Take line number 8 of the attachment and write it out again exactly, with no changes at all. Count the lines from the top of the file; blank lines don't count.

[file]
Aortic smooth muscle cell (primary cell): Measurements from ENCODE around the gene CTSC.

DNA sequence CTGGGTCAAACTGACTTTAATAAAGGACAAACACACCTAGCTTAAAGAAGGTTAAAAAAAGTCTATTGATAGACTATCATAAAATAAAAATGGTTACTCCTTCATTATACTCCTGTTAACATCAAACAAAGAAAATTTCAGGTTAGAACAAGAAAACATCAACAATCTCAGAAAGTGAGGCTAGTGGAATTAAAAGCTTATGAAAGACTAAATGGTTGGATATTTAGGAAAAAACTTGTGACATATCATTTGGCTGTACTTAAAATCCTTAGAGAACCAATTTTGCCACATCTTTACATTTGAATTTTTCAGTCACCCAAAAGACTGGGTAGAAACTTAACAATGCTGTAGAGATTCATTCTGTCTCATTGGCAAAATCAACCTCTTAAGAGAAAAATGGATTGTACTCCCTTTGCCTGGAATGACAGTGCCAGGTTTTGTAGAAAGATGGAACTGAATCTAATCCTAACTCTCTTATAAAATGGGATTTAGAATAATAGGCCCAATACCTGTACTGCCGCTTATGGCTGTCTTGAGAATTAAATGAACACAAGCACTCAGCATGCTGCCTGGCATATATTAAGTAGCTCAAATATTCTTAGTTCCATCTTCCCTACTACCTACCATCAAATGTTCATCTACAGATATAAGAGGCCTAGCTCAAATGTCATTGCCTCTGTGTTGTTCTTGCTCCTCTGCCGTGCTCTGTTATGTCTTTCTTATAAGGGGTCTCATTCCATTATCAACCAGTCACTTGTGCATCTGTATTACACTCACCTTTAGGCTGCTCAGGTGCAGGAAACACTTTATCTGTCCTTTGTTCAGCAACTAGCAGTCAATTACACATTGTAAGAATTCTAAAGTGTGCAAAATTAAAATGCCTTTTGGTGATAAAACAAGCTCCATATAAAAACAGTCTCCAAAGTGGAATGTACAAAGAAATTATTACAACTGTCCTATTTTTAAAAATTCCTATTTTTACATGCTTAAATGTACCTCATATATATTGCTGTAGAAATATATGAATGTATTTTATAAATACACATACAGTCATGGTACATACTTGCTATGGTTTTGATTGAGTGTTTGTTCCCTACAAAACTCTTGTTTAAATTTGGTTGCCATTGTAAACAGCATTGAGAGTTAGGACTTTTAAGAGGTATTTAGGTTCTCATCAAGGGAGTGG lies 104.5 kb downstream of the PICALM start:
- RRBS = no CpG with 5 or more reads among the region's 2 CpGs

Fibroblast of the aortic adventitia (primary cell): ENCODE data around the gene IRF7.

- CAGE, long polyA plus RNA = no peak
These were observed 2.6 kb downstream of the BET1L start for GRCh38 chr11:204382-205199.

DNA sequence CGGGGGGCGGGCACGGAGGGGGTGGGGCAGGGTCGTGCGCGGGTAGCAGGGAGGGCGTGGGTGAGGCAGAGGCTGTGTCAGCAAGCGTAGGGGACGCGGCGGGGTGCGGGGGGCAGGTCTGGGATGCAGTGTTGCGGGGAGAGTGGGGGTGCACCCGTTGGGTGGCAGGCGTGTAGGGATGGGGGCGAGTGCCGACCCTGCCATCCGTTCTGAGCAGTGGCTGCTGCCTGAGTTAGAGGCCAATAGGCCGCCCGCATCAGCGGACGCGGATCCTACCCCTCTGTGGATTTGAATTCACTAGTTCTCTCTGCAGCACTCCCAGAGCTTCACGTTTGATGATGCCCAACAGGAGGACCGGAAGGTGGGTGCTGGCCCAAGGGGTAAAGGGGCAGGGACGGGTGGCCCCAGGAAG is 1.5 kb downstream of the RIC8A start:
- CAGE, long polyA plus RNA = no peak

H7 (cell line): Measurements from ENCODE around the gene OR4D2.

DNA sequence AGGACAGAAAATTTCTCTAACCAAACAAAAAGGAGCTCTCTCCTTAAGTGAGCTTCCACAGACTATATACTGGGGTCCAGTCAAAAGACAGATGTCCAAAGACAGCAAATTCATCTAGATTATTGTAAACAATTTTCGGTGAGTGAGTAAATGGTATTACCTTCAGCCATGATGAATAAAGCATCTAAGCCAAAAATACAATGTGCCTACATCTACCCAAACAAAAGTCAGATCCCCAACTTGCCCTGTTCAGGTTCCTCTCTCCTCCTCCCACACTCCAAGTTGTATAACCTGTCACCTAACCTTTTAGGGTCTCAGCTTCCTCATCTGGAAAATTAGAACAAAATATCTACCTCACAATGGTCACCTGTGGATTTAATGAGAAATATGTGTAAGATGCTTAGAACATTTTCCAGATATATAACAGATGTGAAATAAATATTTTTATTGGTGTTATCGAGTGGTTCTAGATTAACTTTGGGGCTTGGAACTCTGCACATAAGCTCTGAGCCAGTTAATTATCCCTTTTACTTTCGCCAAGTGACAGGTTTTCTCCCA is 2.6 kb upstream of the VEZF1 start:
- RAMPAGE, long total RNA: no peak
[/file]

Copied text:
- CAGE, long polyA plus RNA = no peak